February 2021

A cross-talk between gut microbiome, salt and hypertension.

Biomed Pharmacother 2021 Feb 2;134:111156. Epub 2021 Jan 2.

Department of Biochemistry, Faculty of Sciences, King Abdulaziz University, Jeddah, Saudi Arabia. Electronic address:

Cardiac disorders contribute to one of the major causes of fatality across the world. Hypertensive patients, even well maintained on drugs, possess a high risk to cardiovascular diseases. It is, therefore, highly important to identify different factors and pathways that lead to risk and progression of cardiovascular disorders. Several animals and human studies suggest that taxonomical alterations in the gut are involved in the cardiovascular physiology. In this article, with the help of various experimental evidences, we suggest that the host gut-microbiota plays an important in this pathway. Short chain fatty acids (SCFAs) and Trimethyl Amine -n-Oxide (TMAO) are the two major products of gut microbiome. SCFAs present a crucial role in regulating the blood pressure, while TMAO is involved in pathogenesis of atherosclerosis and other coronary artery diseases, including hypertension. We prove that there exists a triangular bridge connecting the gap between dietary salt, hypertension and gut microbiome. We also present some of the dietary interventions which can regulate and control microbiota that can prevent cardiovascular complications.We strongly believe that this article would improve the understanding the role of gut microbiota in hypertension, and will be helpful in the development of novel therapeutic strategies for prevention of hypertension through restoring gut microbiome homeostasis in the near future.
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http://dx.doi.org/10.1016/j.biopha.2020.111156DOI Listing
February 2021

Exosomes: Critical mediators of tumour microenvironment reprogramming.

Curr Med Chem 2020 Dec 16. Epub 2020 Dec 16.

King Fahd Medical Research Center, King Abdulaziz University, P. O. Box 80216, Jeddah 21589. Saudi Arabia.

Tumour microenvironment (TME) is a resident of a variety of cells, which devoted to the heterogeneous population of the tumour. TME establishes a communication network for crosstalk and signalling between tumour cells, stroma, and other interstitial cells. The cross-communication drives the reprogramming of TME cells, which promote cancer progression and metastasis via diverse signalling pathways. Recently, TME-derived exosomes are recognized as critical communicators of TME cell reprogramming. This review addresses the role of TME-derived exosomes in the modulation of stroma, including reprogramming the stromal cells, ECM and tumour cell metabolism, as well as neoplastic transformation. Subsequently, we described the role of exosomes in pre-metastatic niche development, maintenance of stemness and tumour vasculature as well as development of drug resistance. We also explored tumour-derived exosomes in precision, including diagnosis, drug delivery, and vaccine development. We discussed the currently established bioengineered exosomes as carriers for chemotherapeutic drugs, RNAi molecules, and natural compounds. Finally, we presented tetraspanin and DNAbased precision methods for the quantification of tumour-derived exosomes. Overall, TME-derived exosome-mediated reprogramming of TME and precision strategies could illuminate the potential mechanisms for targeted therapeutic intervention.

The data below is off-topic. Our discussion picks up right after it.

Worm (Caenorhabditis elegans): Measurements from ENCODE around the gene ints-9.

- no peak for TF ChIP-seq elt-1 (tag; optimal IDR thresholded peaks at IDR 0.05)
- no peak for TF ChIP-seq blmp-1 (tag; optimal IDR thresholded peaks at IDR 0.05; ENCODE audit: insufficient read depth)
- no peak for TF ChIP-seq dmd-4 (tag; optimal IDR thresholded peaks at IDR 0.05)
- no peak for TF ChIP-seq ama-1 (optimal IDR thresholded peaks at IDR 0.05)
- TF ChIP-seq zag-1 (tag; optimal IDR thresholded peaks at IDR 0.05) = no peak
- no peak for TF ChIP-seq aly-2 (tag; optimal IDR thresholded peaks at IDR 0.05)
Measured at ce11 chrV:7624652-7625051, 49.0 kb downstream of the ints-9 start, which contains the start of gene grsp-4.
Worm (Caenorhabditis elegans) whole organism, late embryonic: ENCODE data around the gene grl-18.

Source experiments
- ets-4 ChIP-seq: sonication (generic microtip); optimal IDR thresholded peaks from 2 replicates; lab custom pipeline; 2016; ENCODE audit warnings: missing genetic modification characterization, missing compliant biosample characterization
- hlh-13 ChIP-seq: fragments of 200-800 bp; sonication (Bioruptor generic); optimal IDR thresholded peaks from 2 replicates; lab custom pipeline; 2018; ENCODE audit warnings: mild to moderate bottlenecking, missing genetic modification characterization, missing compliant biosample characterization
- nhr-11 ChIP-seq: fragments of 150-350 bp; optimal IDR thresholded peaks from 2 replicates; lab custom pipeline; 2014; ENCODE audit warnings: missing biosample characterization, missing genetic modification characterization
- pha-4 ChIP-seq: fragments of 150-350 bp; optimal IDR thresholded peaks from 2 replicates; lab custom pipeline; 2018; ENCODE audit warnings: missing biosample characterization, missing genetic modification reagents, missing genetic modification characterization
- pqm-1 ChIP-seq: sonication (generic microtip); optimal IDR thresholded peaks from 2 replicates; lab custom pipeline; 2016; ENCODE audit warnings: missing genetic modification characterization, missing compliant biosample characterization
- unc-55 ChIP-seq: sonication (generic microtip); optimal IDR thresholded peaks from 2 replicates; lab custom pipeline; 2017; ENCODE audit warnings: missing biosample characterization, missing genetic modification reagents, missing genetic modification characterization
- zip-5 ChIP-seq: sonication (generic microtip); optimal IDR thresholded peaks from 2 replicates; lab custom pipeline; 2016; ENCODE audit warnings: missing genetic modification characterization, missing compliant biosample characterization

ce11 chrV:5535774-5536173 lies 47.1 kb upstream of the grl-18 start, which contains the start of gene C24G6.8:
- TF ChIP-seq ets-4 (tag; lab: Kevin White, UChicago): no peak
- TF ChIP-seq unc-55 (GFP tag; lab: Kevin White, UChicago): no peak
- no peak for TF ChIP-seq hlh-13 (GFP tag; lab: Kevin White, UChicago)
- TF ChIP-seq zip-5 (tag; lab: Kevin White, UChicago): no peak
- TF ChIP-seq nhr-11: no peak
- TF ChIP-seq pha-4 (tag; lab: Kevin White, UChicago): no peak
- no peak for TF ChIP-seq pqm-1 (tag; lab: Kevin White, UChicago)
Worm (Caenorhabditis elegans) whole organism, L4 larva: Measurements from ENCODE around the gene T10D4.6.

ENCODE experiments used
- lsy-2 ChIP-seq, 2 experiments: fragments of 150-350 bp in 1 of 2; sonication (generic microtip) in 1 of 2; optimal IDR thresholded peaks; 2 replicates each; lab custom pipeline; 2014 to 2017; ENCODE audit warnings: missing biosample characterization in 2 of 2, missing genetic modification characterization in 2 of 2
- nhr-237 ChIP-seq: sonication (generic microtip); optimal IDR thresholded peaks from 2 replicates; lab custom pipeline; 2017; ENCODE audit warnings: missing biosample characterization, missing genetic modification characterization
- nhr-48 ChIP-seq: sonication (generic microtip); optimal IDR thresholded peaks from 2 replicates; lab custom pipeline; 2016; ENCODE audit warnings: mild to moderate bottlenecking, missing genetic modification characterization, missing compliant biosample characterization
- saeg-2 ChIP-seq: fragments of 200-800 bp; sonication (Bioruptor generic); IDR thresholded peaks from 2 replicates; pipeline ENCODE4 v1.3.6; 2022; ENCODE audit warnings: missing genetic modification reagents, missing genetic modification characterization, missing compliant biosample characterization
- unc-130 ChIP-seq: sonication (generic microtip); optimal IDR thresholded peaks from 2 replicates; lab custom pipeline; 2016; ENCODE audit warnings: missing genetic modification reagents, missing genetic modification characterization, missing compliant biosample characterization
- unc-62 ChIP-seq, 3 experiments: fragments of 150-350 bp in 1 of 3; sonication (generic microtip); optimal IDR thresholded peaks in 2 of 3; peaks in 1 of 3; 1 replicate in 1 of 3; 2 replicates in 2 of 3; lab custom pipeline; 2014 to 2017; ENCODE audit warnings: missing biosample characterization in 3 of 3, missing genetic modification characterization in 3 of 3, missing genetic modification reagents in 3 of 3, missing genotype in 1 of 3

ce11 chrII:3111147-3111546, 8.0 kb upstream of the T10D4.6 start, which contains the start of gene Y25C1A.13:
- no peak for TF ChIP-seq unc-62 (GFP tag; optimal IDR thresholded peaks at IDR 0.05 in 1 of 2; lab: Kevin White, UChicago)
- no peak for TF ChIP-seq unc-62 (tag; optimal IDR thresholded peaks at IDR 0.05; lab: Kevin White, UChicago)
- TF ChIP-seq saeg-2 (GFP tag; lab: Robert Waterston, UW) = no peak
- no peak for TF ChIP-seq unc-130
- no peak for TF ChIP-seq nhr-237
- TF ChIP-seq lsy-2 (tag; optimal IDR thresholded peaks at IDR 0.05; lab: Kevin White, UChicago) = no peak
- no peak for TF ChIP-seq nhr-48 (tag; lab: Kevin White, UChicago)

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http://dx.doi.org/10.2174/0929867328666201217105529DOI Listing
December 2020

Prevalence of Headache in Patients With Coronavirus Disease 2019 (COVID-19): A Systematic Review and Meta-Analysis of 14,275 Patients.

Front Neurol 2020 27;11:562634. Epub 2020 Nov 27.

Department of Neurology, Headache Centre, San Lazzaro Hospital, Alba, Italy.